Edward Lloyd (1815-1890), publisher of london of the victorian era, was the protagonist of the plagiarism to the renowned writer Charles Dickens . The editor was doing parodies of novels real Dickens to enter a large amount of money, as reported by the "BBC". Among the titles that I changed the name highlights the "Oliver Twist", to which Lloyd was baptized as "Oliver Twiss".
Stories like the plagiarism of the editor feature in "Edward Lloyd and His World: Popular Fiction, Politics and the Press in Victorian Britain", from Sarah Louise Lill and Rohan McWilliam , professor of the Anglia Ruskin University, specializing in the victorian era.
Hanwood has in this book how to the works of Lloyd, were even more well-known than the originals, and that, in the face of this, Dickens was outraged, because at that time the writer could not claim before a court.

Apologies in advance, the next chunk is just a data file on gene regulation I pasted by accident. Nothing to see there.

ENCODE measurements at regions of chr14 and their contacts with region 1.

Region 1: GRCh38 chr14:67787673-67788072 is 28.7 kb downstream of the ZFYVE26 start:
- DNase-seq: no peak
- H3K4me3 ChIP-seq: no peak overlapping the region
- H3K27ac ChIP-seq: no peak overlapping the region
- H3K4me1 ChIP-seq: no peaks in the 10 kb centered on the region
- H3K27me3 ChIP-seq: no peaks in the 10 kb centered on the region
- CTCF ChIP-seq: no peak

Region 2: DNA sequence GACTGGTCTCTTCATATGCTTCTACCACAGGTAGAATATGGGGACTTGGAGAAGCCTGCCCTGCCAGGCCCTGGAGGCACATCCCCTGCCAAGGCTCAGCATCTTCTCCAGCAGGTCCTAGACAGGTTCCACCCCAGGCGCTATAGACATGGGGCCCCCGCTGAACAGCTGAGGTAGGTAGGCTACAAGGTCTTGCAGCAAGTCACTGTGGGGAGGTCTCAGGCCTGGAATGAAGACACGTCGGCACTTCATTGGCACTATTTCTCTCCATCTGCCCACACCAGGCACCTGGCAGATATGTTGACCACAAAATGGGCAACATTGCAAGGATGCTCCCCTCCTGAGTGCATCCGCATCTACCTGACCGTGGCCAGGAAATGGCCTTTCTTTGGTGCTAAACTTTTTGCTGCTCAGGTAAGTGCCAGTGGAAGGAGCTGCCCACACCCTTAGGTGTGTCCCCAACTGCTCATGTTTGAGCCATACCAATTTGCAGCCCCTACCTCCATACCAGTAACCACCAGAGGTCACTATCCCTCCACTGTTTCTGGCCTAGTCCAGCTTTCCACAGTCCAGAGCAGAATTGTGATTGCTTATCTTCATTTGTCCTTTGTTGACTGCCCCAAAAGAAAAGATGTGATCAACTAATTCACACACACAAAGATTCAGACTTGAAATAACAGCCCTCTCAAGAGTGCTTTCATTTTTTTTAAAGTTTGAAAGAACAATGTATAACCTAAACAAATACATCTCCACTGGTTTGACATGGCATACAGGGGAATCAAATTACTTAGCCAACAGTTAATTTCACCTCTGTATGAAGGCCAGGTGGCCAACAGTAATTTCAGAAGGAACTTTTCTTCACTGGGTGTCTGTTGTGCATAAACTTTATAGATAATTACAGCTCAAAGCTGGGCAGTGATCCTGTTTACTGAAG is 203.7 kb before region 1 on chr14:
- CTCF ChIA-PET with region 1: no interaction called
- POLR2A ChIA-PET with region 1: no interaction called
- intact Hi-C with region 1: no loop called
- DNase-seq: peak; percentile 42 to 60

The plagiarism and parodies that had to deal with Dickens were the of their peronsajes "Oliver Twist", "Nicholas Nickelby" and "Martin Chuzlewitt", which in the hands of Lloyd renamed to "Oliver Twiss", "Nickelas Nickelbery" and "Martin Guzzlewitt".
despite the plagiarism, Lloyd was a forerunner in the world of the british press. The editor was the creator of the " Lloyd's Weekly Newspaper ", the only newspaper in nineteenth-century which managed to sell over a million copies in the Uk. In addition, in one of his publications on fiction, appeared the vampire Varney, who is considered to be an influence for Bram Stoker to create his star character, Dracula . The editor is also credited with the creation of the barber of Fleet Street, Sweeney Todd .